Friday, November 8, 2013

GTS Alumni Reward Remarks November 7, 2013

I was supposed to receive this award last year, but it was one of the casualties of Sandy. It happened without a hitch this year. They presented me with a beautiful silver bowl!

What a pleasure to be here tonight; many thanks to the Alumni/ae Association for this Award! To say I was surprised would be an understatement. Stuart Kenworthy had to convince me it wasn’t a prank call. This year the evening is tinged with sadness as I remember the death of Don Sullivan our former Franciscan brother and alum and member of the Alumni Board of this Seminary who was to introduce me last year if Sandy hadn’t spoiled our plans. May he rest in peace.

When you rattle off 25 years of accomplishments and activities it sounds so much more impressive than it was plodding through it all (thank you Br. Jude for that introduction). I think at the heart of this event is the Seminary’s recognition of the value of the Franciscan vocation in the Episcopal Church. By recognizing me you are recognizing all of us who have made the decision to become Franciscans, and tonight I want to hold up for you to appreciate the beauty and joy of that life choice and commitment.

But maybe I should be honest and tell you I nearly turned away from it. October 15, 1989 Bill Harper (also GTS ‘84 was driving me out to Little Portion to join. I’d been living and working in Tacoma, WA, then attended language school in Mexico. He agreed to deliver me to the Franciscans with my two suitcases of belongings. At LIE exit 63, where you turn off to go north to Mount Sinai, I shouted “Stop! Stop!” I wrenched the car door open with the (fortunately) dry heaves. I told him we’d better forget it, it didn’t feel right anymore. But Bill said no. We’d come all this way and I had to spend at least one night. So many people need to be recognized for their part in getting to this evening.
Let’s be frank.
To choose to become a religious is an oddball choice.
However, as I have said elsewhere:

The Holy Spirit
calls us,
moves us,
helps us
to be brothers and sisters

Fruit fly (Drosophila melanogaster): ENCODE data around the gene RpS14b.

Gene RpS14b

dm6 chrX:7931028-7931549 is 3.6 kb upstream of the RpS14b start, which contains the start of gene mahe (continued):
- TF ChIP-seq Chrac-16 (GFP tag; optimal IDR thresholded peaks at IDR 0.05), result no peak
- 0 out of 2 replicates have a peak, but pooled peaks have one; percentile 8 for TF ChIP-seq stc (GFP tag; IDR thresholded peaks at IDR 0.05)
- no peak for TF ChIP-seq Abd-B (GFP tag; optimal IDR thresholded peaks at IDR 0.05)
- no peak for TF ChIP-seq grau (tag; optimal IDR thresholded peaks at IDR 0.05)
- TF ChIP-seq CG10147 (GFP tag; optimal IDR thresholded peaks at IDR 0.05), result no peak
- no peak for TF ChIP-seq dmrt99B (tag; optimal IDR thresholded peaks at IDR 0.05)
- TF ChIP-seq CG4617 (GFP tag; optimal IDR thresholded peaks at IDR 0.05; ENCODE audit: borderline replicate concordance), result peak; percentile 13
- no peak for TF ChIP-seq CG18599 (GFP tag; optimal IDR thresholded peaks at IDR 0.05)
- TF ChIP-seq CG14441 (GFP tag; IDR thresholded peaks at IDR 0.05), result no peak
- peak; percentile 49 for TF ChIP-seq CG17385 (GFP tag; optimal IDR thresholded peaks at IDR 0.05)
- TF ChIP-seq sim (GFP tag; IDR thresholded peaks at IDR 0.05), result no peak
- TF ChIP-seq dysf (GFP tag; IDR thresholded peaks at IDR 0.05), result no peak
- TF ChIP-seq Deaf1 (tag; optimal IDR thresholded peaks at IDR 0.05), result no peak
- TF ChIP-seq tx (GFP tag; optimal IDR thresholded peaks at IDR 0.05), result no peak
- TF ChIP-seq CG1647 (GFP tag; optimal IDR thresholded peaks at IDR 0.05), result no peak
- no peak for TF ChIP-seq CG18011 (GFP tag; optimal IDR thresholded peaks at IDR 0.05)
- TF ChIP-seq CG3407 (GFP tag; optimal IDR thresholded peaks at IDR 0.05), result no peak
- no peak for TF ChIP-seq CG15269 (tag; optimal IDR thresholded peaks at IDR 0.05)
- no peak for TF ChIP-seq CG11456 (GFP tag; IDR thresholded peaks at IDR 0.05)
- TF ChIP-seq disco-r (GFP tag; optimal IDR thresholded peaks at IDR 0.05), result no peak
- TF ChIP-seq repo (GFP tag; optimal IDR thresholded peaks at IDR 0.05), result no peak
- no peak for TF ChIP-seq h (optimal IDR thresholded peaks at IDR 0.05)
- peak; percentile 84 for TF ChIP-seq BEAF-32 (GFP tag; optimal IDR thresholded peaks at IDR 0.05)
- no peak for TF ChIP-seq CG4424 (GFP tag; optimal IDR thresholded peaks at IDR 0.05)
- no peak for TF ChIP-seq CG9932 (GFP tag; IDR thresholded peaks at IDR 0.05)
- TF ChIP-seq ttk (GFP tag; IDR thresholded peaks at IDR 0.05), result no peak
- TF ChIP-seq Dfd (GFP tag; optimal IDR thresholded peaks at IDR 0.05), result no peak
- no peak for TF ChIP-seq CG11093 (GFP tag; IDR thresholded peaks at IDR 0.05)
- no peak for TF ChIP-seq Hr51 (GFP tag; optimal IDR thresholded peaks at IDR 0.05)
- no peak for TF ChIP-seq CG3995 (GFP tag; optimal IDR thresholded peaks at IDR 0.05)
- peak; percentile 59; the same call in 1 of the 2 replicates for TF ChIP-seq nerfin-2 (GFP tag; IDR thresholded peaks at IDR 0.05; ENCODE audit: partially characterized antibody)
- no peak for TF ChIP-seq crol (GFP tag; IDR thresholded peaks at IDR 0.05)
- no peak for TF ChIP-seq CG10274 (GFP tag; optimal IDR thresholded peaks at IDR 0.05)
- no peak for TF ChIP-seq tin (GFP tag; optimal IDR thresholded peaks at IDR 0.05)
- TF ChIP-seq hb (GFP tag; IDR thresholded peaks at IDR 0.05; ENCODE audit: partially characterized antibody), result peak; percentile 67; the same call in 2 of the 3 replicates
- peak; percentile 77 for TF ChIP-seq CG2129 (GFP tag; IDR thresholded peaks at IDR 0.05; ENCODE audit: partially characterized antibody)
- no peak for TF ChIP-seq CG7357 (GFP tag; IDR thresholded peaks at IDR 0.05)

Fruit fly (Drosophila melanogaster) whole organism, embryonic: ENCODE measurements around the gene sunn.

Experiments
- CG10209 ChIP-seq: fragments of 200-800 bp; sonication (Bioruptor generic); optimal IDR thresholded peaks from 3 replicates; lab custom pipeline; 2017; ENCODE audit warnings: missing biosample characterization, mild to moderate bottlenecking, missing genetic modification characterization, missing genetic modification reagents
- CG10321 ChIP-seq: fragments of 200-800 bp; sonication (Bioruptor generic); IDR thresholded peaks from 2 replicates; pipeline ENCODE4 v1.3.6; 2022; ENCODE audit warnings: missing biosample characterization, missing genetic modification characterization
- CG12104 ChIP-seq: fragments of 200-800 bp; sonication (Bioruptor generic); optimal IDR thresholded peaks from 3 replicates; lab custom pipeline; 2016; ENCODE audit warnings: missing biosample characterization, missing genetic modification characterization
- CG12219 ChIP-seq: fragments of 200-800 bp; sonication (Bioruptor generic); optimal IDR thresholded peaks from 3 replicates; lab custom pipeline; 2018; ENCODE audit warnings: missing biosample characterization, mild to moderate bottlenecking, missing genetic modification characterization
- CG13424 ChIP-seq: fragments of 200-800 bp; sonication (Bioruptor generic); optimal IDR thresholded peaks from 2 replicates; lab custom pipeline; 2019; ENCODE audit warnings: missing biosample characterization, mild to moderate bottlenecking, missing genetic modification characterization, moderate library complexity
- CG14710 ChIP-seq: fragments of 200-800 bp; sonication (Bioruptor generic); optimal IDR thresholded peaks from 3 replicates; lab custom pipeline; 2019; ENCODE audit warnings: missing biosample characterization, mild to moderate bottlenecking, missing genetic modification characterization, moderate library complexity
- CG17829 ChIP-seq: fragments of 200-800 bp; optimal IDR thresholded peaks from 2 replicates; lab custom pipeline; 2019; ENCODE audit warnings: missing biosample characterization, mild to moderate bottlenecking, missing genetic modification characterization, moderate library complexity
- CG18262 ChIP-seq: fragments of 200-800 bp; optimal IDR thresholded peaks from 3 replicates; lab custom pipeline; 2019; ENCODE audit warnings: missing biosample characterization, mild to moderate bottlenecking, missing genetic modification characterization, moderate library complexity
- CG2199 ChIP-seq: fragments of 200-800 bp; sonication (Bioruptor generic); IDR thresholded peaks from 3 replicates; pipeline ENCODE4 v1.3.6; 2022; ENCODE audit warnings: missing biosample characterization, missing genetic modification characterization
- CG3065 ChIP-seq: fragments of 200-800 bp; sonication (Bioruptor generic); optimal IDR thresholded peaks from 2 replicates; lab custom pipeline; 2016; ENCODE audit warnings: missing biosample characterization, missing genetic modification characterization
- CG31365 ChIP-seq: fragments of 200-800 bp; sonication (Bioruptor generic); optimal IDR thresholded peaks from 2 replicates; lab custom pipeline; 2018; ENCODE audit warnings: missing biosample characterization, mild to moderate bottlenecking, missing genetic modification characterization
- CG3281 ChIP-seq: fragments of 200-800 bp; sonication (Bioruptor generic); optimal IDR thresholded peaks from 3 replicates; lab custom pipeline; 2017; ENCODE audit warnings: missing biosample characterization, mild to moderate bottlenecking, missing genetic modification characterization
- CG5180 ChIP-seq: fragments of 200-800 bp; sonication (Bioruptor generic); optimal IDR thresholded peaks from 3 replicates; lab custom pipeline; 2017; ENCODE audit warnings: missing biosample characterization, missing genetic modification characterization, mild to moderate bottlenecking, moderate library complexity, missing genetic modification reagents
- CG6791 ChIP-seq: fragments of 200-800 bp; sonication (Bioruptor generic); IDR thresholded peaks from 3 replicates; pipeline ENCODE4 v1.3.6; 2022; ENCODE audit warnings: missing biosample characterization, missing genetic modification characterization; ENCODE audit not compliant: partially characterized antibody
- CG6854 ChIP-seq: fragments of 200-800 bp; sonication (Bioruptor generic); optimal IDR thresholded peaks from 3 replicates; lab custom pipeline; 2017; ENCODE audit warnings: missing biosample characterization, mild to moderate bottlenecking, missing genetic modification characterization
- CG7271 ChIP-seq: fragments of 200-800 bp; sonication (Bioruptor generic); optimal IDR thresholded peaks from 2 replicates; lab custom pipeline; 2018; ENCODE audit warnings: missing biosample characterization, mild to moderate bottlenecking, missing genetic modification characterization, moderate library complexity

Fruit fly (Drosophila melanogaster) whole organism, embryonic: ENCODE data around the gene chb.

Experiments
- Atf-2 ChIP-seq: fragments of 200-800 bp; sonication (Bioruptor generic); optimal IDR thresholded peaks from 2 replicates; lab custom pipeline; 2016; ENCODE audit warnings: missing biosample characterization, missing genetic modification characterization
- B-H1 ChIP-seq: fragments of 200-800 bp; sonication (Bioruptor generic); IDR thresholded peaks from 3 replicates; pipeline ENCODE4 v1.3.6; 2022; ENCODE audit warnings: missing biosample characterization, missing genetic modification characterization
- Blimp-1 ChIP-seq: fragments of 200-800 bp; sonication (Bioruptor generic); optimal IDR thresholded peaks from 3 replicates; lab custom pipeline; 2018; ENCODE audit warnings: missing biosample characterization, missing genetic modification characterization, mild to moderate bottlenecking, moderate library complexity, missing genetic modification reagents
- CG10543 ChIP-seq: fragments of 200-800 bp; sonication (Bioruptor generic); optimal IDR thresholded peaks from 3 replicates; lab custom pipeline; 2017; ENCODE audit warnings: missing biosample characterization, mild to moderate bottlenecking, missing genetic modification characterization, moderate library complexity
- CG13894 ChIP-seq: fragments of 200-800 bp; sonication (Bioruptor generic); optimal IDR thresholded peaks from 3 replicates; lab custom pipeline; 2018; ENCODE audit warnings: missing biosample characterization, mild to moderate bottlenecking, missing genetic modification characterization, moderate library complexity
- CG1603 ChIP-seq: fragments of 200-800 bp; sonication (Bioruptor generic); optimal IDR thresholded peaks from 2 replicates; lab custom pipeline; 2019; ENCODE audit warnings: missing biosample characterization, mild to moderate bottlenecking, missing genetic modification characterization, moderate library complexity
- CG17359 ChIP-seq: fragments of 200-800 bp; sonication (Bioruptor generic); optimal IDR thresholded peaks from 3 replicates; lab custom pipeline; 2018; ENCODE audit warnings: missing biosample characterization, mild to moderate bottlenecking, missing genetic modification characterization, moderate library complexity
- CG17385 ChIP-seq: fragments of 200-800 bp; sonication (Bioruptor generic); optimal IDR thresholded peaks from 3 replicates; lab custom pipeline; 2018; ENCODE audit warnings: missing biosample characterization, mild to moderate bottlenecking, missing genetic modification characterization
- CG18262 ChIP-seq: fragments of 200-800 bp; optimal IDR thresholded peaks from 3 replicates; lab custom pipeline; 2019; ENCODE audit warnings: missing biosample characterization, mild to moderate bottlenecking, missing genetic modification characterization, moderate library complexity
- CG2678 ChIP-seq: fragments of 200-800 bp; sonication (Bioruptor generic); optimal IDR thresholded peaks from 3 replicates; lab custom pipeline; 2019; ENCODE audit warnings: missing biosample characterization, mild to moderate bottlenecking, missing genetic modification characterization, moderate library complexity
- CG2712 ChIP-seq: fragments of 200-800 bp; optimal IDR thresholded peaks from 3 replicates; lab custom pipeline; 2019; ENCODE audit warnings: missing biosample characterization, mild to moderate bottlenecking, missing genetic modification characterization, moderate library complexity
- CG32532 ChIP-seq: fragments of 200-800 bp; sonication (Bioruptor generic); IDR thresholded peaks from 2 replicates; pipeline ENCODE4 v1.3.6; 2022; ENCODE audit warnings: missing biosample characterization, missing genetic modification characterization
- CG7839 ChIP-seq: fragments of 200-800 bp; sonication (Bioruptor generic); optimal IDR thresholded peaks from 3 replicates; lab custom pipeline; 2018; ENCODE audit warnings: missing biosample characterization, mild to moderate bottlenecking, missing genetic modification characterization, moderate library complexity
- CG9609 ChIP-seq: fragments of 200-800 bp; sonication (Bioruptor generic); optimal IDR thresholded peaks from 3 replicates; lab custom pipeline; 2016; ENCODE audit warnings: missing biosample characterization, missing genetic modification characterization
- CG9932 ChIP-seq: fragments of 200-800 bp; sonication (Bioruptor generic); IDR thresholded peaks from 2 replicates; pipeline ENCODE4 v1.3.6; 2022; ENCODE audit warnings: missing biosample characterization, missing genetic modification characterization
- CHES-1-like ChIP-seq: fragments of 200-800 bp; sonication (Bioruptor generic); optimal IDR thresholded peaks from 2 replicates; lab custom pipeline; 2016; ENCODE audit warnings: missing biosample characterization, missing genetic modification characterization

in religious orders.

But the Holy Spirit
never forces us.
We are called, not pushed.
in freedom.

To profess the vowed life
is to step through
a gate,
to set out
on a journey
led by the Spirit.
As one brother says:
“We go looking for trouble.
We go looking to be disturbed.
We go to change the world.”

In retrospect, I think the vocation lurked there thirty years ago as a seminarian when I wrote about the church, the community of faith, the liminal witness of church in society—all the sorts of egghead-sounding topics seminarians write about. I longed for a radical kind of Christian life and witness; I was one of two students in Dr. Hood’s seminar on the Christian Marxist Dialogue in 1984. I took a course at Union with Dorothee Soelle. I also opened a shelter for homeless people for the Metuchen-Edison Clergy Association and later I was part of a parish effort to open a shelter in Times Square at The Church of St. Mary the Virgin. And I lived in it—that was glory! After I left New York I became part-time Chaplain at The Annie Wright School in Tacoma, WA, a private, independent Episcopal school. Soon, I knew I wanted a rougher life! And as the years went by I wanted to find a resolution to the on-going psychic drama of sexuality and spirituality. I harbored the na├»ve hope a vow of celibacy would take all that out of my life and leave me serene and calm. Go ahead, laugh! But many people have recognized in the call to the religious life the opportunity for radical ministry and for personal healing. As one of our senior brothers once observed, “God uses whatever we offer.”
As I have learned, the vows are not just a “no” to something, but heartfelt affirmations of a much bigger prize:
For instance,
…chastity is not just about sex.
Chastity teaches us
to pray for pure hearts,
not to say mean words,
not to laugh when others hurt,
not to fight,
not to tell stories against people.
Because chastity
means shaping our lives
around the gifts of the Holy Spirit: